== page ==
Plant Pathology is the study of the diseases and disorders of plants. Disease can be defined as a harmful deviation from normal functioning of the physiological processes caused by an infectious agent. In the case of plant diseases, the causal agent maybe a fungus, virus, bacterium or a parasitic flowering plant. (A 'harmful deviation' caused by a non-infectious agent, for example, herbicide or nutrient deficiency, is a disorder.)
An example of a rust fungus on a bean leaf.
An example of a parasitic flowering plant, bloomrape.
Much of the time plant pathologists study diseases of crop plants. These diseases have had a huge impact on crops and subsequently on human history. One hundred and fifty years ago the potato crops of much of Europe including Ireland were devastated by the potato blight fungus, Phytophthora infestans, an introduced pathogen on a non-native crop. The ravages of this disease lead to 1 million deaths and 1,500,000 emigrations from Ireland alone. One hundred years ago the coffee rust fungus, Hemileia vastatrix, caused such devastation in the coffee plantations of what is now Sri Lanka that all coffee was dug up and replaced with tea. Fifty years ago an epidemic of brown spot on rice, caused by Cochliobolus miyabeanus, in what is now Bangladesh led to many thousands of deaths from starvation. On the 5th of May this year, a headline in the British newspaper proclaimed 'Meltdown for Chocoholics'. Further reading revealed that the culprits for this crisis were two diseases of cocoa, witches broom and black pod.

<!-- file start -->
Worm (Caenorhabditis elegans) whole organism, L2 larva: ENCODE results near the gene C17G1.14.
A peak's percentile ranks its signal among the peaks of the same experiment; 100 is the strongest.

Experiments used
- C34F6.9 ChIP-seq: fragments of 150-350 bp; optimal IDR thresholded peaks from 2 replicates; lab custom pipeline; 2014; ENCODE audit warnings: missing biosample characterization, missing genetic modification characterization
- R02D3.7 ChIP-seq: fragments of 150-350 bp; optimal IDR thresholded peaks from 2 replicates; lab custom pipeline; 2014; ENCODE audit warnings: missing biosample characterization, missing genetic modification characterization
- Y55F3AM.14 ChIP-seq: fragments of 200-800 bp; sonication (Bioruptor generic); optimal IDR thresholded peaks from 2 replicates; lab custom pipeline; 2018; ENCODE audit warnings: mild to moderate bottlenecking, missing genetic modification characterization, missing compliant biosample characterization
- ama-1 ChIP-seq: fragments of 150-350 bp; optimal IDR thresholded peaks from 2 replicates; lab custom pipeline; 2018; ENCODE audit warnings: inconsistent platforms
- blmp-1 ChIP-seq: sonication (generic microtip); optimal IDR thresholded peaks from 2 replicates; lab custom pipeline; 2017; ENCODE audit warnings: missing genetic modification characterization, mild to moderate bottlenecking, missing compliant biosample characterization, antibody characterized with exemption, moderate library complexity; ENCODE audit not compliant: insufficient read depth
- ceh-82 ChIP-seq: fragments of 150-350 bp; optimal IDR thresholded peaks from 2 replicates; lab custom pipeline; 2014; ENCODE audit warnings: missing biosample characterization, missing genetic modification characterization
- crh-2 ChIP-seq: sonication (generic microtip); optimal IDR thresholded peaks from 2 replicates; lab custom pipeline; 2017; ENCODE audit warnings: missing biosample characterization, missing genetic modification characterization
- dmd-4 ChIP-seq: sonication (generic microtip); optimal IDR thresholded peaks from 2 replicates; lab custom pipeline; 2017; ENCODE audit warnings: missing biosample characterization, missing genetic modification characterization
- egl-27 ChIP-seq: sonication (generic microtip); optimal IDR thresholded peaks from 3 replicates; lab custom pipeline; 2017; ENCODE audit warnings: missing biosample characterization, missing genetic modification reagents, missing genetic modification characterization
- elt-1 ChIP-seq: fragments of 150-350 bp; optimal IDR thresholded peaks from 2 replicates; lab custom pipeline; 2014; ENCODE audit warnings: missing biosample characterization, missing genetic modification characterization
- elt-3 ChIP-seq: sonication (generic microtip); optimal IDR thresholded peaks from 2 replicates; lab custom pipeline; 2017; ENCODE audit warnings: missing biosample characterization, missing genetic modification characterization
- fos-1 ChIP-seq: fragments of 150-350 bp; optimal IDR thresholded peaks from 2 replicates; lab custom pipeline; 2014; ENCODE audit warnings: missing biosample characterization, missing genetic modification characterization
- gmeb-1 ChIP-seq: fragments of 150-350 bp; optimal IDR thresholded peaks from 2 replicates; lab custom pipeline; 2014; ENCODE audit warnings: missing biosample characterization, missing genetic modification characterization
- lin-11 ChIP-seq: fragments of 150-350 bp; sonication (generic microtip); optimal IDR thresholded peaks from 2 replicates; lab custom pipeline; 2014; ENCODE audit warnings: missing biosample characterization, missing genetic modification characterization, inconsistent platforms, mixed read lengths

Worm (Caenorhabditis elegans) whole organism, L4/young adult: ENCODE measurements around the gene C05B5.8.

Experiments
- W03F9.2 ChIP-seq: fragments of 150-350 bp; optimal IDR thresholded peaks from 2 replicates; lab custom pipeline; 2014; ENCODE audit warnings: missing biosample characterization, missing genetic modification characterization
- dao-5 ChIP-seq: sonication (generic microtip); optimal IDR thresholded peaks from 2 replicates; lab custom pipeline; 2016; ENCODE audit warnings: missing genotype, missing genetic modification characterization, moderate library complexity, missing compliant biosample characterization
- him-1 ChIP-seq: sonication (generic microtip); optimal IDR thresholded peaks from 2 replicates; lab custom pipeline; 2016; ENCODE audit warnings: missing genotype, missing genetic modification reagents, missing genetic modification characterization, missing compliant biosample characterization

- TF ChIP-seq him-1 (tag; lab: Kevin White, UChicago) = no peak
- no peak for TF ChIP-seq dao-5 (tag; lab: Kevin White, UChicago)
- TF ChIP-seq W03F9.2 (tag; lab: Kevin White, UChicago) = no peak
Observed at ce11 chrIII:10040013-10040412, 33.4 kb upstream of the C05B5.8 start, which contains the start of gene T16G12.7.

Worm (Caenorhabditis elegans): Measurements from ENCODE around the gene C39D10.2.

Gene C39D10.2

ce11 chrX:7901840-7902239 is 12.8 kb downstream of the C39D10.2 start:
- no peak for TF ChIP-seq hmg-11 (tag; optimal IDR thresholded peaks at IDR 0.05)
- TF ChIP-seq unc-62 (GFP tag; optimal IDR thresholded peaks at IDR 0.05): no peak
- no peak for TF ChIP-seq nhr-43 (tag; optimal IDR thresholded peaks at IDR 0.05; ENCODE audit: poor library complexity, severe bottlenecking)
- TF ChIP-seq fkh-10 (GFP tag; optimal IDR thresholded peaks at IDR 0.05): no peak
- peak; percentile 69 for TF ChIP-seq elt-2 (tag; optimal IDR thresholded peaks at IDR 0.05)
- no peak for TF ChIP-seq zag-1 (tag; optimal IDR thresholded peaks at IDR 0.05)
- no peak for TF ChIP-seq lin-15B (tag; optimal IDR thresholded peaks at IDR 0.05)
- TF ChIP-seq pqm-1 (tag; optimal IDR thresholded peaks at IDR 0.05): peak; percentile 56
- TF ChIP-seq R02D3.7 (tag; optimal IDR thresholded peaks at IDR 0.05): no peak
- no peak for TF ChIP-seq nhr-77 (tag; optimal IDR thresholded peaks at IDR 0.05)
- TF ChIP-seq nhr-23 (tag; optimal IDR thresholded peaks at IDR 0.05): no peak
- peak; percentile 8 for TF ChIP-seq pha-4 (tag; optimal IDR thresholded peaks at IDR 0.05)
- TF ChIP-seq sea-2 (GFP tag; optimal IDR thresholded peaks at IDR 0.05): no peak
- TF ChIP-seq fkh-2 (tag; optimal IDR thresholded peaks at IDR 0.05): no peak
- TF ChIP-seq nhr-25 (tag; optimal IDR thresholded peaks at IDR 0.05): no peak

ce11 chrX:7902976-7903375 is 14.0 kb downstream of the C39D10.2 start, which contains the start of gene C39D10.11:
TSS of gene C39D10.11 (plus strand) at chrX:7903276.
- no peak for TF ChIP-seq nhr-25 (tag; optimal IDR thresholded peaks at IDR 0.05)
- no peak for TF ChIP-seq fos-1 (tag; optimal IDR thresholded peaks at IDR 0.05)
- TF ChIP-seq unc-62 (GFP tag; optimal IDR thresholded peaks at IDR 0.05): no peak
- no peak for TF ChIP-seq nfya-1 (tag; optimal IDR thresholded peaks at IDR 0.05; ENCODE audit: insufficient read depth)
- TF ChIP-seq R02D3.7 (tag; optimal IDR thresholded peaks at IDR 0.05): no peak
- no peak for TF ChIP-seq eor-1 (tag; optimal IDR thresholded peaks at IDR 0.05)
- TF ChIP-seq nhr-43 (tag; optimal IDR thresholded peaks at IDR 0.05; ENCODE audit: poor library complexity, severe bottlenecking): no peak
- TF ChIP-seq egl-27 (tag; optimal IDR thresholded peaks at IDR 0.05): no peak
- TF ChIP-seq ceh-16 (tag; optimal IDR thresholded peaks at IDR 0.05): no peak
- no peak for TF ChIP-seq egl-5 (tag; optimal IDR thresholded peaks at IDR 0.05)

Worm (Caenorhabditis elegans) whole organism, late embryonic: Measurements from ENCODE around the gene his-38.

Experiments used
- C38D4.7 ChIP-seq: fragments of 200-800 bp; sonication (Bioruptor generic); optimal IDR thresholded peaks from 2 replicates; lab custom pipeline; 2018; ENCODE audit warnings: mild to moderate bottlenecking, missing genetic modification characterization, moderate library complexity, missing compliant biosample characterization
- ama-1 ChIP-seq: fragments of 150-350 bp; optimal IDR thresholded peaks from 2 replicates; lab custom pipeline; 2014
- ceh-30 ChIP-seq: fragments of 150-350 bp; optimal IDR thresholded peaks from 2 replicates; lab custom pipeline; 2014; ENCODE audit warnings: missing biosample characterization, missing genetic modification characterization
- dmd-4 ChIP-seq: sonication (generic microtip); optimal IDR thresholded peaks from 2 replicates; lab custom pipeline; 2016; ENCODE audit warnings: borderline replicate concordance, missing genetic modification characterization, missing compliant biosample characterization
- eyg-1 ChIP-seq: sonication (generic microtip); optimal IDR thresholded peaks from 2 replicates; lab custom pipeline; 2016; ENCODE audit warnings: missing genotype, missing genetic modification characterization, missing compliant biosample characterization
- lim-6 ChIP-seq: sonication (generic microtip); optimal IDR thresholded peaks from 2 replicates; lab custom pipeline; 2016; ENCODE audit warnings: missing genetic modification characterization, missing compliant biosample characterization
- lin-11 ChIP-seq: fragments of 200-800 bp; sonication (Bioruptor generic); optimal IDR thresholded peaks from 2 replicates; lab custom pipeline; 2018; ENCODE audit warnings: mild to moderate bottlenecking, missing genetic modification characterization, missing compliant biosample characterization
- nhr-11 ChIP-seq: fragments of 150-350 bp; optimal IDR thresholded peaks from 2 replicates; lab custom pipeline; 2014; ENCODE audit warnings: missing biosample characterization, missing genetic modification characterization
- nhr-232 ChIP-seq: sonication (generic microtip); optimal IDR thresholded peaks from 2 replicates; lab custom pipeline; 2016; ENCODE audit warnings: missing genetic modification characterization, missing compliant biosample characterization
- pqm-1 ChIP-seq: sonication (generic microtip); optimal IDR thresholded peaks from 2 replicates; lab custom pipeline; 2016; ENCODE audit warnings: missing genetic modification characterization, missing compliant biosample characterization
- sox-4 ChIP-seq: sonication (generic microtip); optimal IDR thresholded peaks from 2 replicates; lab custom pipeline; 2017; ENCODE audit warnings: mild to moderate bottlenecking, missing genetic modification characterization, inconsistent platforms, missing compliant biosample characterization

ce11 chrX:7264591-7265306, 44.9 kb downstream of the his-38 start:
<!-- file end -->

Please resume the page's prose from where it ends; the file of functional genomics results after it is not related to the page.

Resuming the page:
Most plant pathologist spend their time studying several of the thousands of diseases of crop plants and working to limit the damage caused by these infectious agents. Eradication may be aimed at removing completely the causal agent of a particular disease, or under some circumstances, the eradication program may be aimed at the alternate host of the pathogen (the infectious agent frequently survives the intercrop period on a totally unrelated host, the alternate host). Eradication of this host removes an essential part of the pathogen's lifestyle. Examples of this include the removal of Ribes spp. to control White Pine Blister rust, or barberry to control black stem rust of wheat. Grubbing up a diseased plant and burning it is a very effective control method.
Puccinia graminis on barberry
If this is the case do 'Conservation' and 'Biodiversity' have anything to do with Plant Pathology? Or are Plant Pathologists the only professionals on earth paid to eradicate rare and endangered species and not to be involved in conservation or Biodiversity Action? While there are some conservation initiatives for fungi (mainly aimed at macro fungi and not plant pathogens) there is virtually nothing that involves the conservation of fungal plant pathogens, bacteria or viruses. The World Health Organization rejoiced when smallpox was eradicated as a disease, but some samples of the causal agent have been 'conserved' for future reference.
What should the attitude of Plant Pathologists be towards conservation and biodiversity initiatives? Read on and interact with this site.RETURN TO APSnet FEATURE STORY
Get ALL the Latest Updates for CHANGING LANDSCAPES OF PLANT PATHOLOGY. Follow APS!